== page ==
CNR is the main public research performing organization in Italy, reporting directly to the Ministry of the Education, University and Research. The activities will be specifically performed at the Institute of Methodologies for Environmental Analysis (IMAA). CNR-IMAA has a long expertise in atmospheric research developing methodologies to integrate data from active and passive instruments and to validate models and participates among the others in the following projects: ACTRIS, ACTRIS-2, ACTRIS-PPP, ENVRIplus, EUNADICS, EARLINET, EARLINET-ASOS, GEOMON. CNR-IMAA is hosting one Unit which is responsible for the QA/QC of the aerosol high-power lidar measurements (CARS-AHL-CNR).

Hohenpeissenberg Meteorological Observatory, Deutscher Wetterdienst (HPB-DWD)

HPB-DWD performs research and monitoring of climate and atmospheric composition, which covers meteorology, ozone, precipitation radar, GAW global station, and greenhouse gases within ICOS. The Hohenpeissenberg Meteorological Observatory has contributed in QA/QC by intercomparison experiments and standardization for reactive trace gases VOC and NOx, and remote sensing of aerosol by ceilometers and lidars. HPB-DWD is hosting one Unit which is responsible for the QA/QC of the automatic low-power lidar and ceilometer measurements (CARS-ALC-DWD).

CNRS-Laboratoire d’Optique Atmospherique (LOA-CNRS)

LOA is a joint CNRS and University of Lille research laboratory. Its expertise in aerosols widely covers aerosols remote sensing field both from ground-based observation, as pilot of AERONET network in France and Europe, and satellite observation, as PI of POLDER/PARASOL space missions from CNES and the future 3MI aerosol mission from EUMETSAT. The Laboratoire d’Optique Atmospherique expertise also includes the development and implementation of high-performance aerosol retrieval algorithms such as GRASP. LOA-CNRS is hosting one Unit which is responsible for the QA/QC of the automatic sun/sky/lunar photometer measurements (CARS-ASP-CNRS), and currently ensures the co-leadership of CARS.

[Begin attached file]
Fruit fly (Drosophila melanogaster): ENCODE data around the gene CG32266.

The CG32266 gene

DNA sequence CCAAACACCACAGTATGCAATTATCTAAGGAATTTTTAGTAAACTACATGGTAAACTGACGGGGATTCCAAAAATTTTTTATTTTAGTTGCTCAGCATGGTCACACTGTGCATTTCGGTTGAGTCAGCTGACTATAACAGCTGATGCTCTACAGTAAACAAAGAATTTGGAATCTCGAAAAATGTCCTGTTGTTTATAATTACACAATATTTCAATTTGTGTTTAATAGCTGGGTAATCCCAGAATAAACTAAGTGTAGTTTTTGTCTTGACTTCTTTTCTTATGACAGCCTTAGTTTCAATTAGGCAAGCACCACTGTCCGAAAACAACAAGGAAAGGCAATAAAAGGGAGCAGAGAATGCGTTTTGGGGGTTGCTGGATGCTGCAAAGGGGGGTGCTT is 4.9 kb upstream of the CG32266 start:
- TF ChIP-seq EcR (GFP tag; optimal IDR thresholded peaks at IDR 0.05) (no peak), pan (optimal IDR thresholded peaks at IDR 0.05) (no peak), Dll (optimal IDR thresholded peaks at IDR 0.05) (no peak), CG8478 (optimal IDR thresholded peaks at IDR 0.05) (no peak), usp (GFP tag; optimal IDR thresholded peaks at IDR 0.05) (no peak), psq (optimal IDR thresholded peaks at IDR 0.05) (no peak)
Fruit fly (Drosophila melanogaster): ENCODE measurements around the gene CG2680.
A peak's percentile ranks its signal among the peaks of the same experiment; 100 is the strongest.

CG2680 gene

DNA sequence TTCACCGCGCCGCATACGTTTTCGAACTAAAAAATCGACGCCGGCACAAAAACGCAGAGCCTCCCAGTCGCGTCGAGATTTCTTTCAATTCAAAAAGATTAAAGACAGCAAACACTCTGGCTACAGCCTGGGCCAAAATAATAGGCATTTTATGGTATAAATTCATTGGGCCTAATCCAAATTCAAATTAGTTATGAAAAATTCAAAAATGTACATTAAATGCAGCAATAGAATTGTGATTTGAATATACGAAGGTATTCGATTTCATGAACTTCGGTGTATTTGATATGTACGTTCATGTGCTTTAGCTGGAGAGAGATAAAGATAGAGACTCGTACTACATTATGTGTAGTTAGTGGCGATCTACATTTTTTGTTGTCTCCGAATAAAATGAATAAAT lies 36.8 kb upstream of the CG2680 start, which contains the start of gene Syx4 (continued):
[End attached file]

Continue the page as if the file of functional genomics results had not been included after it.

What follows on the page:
University of Valladolid (UVA)

The University of Valladolid was founded in the XIII century and is one of the oldest universities in Europe. The Group of Atmospheric Optics (GOA) belongs to the Optics Department of the Science Faculty, and has a long record in atmospheric research by optical methods for more than 20 years. Since 2006 the GOA group operates an AERONET calibration facility, in close collaboration with AERONET headquarters in NASA, the Laboratory of Atmospheric Optics in Lille and the Izaña Atmospheric Research Center. GOA is hosting one Unit which is responsible for the QA/QC of the automatic sun/sky/lunar photometer measurements (CARS-ASP-UVA).

Izaña Atmospheric Research Center (AEMET-IARC)

The Izaña Atmospheric Research Center (IARC) is part of the State Meteorological Agency of Spain (AEMET). IARC has multidisciplinary expertise and laboratories, therefore contributes to WMO-GAW Programme since 1989, and to other international networks and programs as NDACC, BSRN, AERONET, GAW-PFR. Its main Observatory (Izaña Atmospheric Observatory) dates back to 1916, with uninterrupted meteorological and climatological observations. AEMET-IARC is hosting one Unit which is responsible for the QA/QC of the automatic sun/sky/lunar photometer measurements (CARS-ASP-AEMET).